Most social media platforms give users the time and opportunity to edit before posting their social missives live. YouNow, a popular live-streaming network, pulls the editing safety net—those who find fame there do so in the rawest sense. There's a camera, there's you, and there are some strangers watching. It's a lot of pressure, but that doesn't seem to bother 17-year-old Zach Clayton who's become one of the service's most recognizable stars under his handle BruhItsZach. He won YouNower of the Year at this year's Shorty Awards—if anyone knows how to live stream, it's him. Unlike Vine, YouTube, or even Instagram, YouNow fame requires getting in front of the camera multiple times a day—it can be much more intensive than some of the other paths out there. But sticking with it can reap benefits, like Clayton's 1.5 million dedicated followers and 33 million views. We talked to Clayton about his tips for becoming a livestream giant, pursing a music career, and balancing his social media life.

Before we get into all your exciting musical endeavors, let's establish some background. When did you start using social media? What platform did you join first? What drew you to it?

Before I got into social media I wasn't on the internet as much as every other kid—I wasn't on Twitter or anything. I didn't really have a phone. I was offline, always hanging out with friends. One day I made an Instagram and I saw a friend posted a picture from YouNow, the live broadcasting website. I've always been into comedy. I always wanted to be class clown. When I saw [YouNow] I thought, "Live broadcasting seems like a fun thing to do, I can broadcast to my friends and stuff." I did that, not with the intention to blow up on the internet but to have fun.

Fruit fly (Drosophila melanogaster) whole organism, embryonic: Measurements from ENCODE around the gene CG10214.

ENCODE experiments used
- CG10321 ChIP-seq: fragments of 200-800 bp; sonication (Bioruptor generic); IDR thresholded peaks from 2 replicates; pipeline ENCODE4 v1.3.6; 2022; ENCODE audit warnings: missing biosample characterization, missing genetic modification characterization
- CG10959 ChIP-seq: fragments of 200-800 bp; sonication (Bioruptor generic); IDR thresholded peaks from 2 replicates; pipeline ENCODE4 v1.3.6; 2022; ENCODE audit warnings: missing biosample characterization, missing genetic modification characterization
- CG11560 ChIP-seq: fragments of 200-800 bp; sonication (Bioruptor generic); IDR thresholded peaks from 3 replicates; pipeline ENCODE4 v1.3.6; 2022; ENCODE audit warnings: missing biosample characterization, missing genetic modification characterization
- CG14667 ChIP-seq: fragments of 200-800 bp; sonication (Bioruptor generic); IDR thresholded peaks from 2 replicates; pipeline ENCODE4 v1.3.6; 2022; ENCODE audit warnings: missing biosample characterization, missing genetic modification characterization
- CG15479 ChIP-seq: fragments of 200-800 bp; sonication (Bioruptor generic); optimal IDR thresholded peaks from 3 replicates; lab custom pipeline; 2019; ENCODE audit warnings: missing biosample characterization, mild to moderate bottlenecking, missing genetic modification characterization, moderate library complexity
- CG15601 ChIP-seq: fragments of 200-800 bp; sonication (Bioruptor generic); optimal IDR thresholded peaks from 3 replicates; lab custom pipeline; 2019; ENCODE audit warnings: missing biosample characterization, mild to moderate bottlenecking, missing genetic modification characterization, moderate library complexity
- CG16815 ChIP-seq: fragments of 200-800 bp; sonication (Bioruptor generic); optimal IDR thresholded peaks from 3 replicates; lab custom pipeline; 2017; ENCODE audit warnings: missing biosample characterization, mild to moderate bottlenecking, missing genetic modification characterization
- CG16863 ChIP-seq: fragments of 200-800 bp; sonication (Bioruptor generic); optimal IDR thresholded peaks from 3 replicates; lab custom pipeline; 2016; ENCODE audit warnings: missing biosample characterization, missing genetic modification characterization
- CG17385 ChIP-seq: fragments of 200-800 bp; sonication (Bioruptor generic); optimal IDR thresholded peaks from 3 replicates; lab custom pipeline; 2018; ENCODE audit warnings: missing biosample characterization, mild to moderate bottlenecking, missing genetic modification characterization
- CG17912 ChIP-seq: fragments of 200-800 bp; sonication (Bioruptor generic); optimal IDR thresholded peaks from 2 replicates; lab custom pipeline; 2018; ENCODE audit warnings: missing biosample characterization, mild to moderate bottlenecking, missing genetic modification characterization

I got lucky: one night I was doing prank calls and my broadcast was featured [on YouNow] and my broadcast had hundreds of viewers. I held all those for an hour—600 people watching me who had never met me. That kick-started everything. I'd go live the next day and I had 500 viewers again. I kept growing after that and moved to other platforms, too. "Follow my Instagram!" That's how I build everywhere. I was 15 [when I first joined.]

Livestreaming is the future but it also seems like a challenging thing to be good at—it's not like YouTube where you can go back and edit something until you like it.

That's what I like about it. It's really genuine. You really get to be yourself. Some people go online, make a video and script it all out and it can be totally fake. I never really liked that. I like being naturally funny. Being able to have that power, to go live and say something and a few seconds later all those people can hear it and comment right back to you, that is so dope to me.

It feels less like acting.

Exactly. I'm just being myself. It really works out.

What makes for a good livestream?

I always go by what the viewers want. Sometimes you might not want to do something but it's always, at the end of the day, what the broadcast wants to see, because they're the ones coming in to watch you for an hour a day. Every time I go live or when I am live I say, "Yo, what do you guys want to see me do?" I've done so many things on broadcast that now they have a list of stuff they know I'll do and they'll say "do prank calls! Do dares!" That's how I go about it.